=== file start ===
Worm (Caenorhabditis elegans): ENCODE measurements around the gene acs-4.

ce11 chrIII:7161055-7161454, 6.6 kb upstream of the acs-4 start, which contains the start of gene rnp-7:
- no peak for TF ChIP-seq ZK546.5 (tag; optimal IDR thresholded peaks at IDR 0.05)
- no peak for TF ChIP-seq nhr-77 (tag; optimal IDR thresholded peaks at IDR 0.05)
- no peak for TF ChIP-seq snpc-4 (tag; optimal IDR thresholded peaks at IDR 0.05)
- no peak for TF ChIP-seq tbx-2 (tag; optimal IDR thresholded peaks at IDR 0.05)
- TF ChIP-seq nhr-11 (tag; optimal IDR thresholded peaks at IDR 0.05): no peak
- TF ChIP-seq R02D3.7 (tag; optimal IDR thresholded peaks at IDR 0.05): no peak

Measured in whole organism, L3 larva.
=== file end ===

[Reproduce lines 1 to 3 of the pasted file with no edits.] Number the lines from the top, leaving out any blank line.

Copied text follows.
Worm (Caenorhabditis elegans): ENCODE measurements around the gene acs-4.

ce11 chrIII:7161055-7161454, 6.6 kb upstream of the acs-4 start, which contains the start of gene rnp-7:
- no peak for TF ChIP-seq ZK546.5 (tag; optimal IDR thresholded peaks at IDR 0.05)